Obstetric and fetal complications include placenta previa, abruption of the placentae, and even rupture of membranes (Wilson & Thorp, 2008). In other cases, poor growth of the fetus may occur due to the lack of maternal nutrition adequate oxygen supply. Most mothers dealing with substance abuse often deliver prematurely and pose long term developmental effects on the baby (Wilson & Thorp, 2008).
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Effects of substance abuse on the fetus and baby depend on the substance being smoked, snorted, inhaled, injected, swallowed or absorbed through the mucus membrane (Thorpe, 2008). Substances include congenital abnormalities, neonatal medical complication, and neurobehavioral alterations. Wilson and Thorp (2008), suggests that specific neonatal medical complications include sudden infant death syndrome (SIDS), neonatal abstinence syndrome (NAS), and respiratory distress syndrome.
The plan for labour and delivery includes a comprehensive approach that is inclusive of communication, education, compassion, respect, and holism free of judgement. It is imperative that a full support of staff, resources, and tools are present during all phases of labour to support mother, baby, and the family overcoming upcoming challenges and barriers leading to a healthy delivery, post-partum period, and discharge (Whiteman et al., 2014).
Emotional and Psychological Support
They most vital component to caring for a mother with substance abuse is directing treatment and control during prenatal, intrapartum, and postpartum periods towards counselling. Counselling is to be provided by those who have acquired extensive learning and training in the treatment of substance misuse and abuse in addition to pregnancy and determinants of health (Brady, McCauley, & Back, 2015). Counsellors and substance abuse treatment programs use a variety of techniques and modifications that include motivational interviewing, identification of triggers, stress reduction, medication, cognitive behavioural therapy, positive reinforcement of abstinence and contingency management of support groups (Gopman, 2014). Furthermore, Gopman (2014) articulates the importance of alternative therapies such as massage, acupuncture, yoga, which were studied and found to be effective in grounding and stabilizing the mind. Women who are child bearing and suffer from substance abuse are encouraged to develop and participate in social networks that are separate and beyond their bad acquaintances with respect to drug use, thus redirecting them from the pressures that come with their personal relationships (Cook et al., 2017).
Discharge and follow up plan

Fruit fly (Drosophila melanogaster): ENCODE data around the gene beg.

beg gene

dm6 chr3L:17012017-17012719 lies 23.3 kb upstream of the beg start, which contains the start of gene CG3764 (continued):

There are many considerations and learning topics that need to be identified prior to a discharge after birth. Significantly, there are a far greater number of considerations that need to be identified and discussed for a woman who is dealing with the issue of substance abuse. Pain management, preventing relapse, breast feeding guidance, newborn development and assessment as well as transition to primary care are specific areas of discharge and follow up planning that need to be addressed (Gopman, 2014).
Pain Management Postpartum
Both vaginal and caesarian births are accompanied by significant pain and discomfort postpartum. Keeping the history of a substance abuser in mind, pain medications are to be selected and used with severe caution. Non-Steroidal Anti-inflammatory Drugs, such as acetaminophen, is the most commonly prescribed medication in effort to relieve pain related to vaginal births (Gopman, 2014). Opioids may be the drug of choice when a significant increase in pain is felt in association with caesarian deliveries. Patients with a tolerance for opioids may have more difficulty controlling pain. It is suggested to allow for a higher or more frequent dosing of an opioid early on post-op, however quickly decreasing the need for opioid use to prevent relapse (Gopman, 2014). A discussion is critical to allow for the appropriate medications to be prescribed and so patient can understand the expectations and use of the prescription upon discharge. A follow up shortly after discharge is crucial to observe and track pain management related to drug use (Gopman, 2014).
After a delivery of a baby, substance abuse mothers may quickly have the urge to use. These mothers have a high risk for relapse as there is no longer a concern that exposure to drugs and alcohol will impact maternal and fetus health (Gopman, 2014). This population also has significant relapse rate due to the increased amounts of stress derived from postpartum depression, lack of sleep, hormone imbalances, and demands of parenting (Gopman, 2014). For the substance abuse mothers, close follow ups and early postpartum visits are crucial in preventing chances of relapse.
Breast Feeding Support